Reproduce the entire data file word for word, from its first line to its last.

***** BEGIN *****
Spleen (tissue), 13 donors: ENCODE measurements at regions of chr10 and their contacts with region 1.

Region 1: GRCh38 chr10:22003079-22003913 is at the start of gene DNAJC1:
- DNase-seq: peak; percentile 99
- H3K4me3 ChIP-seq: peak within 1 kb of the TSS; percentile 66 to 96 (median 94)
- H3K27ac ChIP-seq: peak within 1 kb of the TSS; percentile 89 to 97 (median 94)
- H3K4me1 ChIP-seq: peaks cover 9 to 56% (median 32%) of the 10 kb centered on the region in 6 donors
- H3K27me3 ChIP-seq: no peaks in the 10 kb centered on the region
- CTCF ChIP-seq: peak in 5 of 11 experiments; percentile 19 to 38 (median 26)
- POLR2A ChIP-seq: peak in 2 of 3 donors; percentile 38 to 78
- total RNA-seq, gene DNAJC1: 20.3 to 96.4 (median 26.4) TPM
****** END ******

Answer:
Spleen (tissue), 13 donors: ENCODE measurements at regions of chr10 and their contacts with region 1.

Region 1: GRCh38 chr10:22003079-22003913 is at the start of gene DNAJC1:
- DNase-seq: peak; percentile 99
- H3K4me3 ChIP-seq: peak within 1 kb of the TSS; percentile 66 to 96 (median 94)
- H3K27ac ChIP-seq: peak within 1 kb of the TSS; percentile 89 to 97 (median 94)
- H3K4me1 ChIP-seq: peaks cover 9 to 56% (median 32%) of the 10 kb centered on the region in 6 donors
- H3K27me3 ChIP-seq: no peaks in the 10 kb centered on the region
- CTCF ChIP-seq: peak in 5 of 11 experiments; percentile 19 to 38 (median 26)
- POLR2A ChIP-seq: peak in 2 of 3 donors; percentile 38 to 78
- total RNA-seq, gene DNAJC1: 20.3 to 96.4 (median 26.4) TPM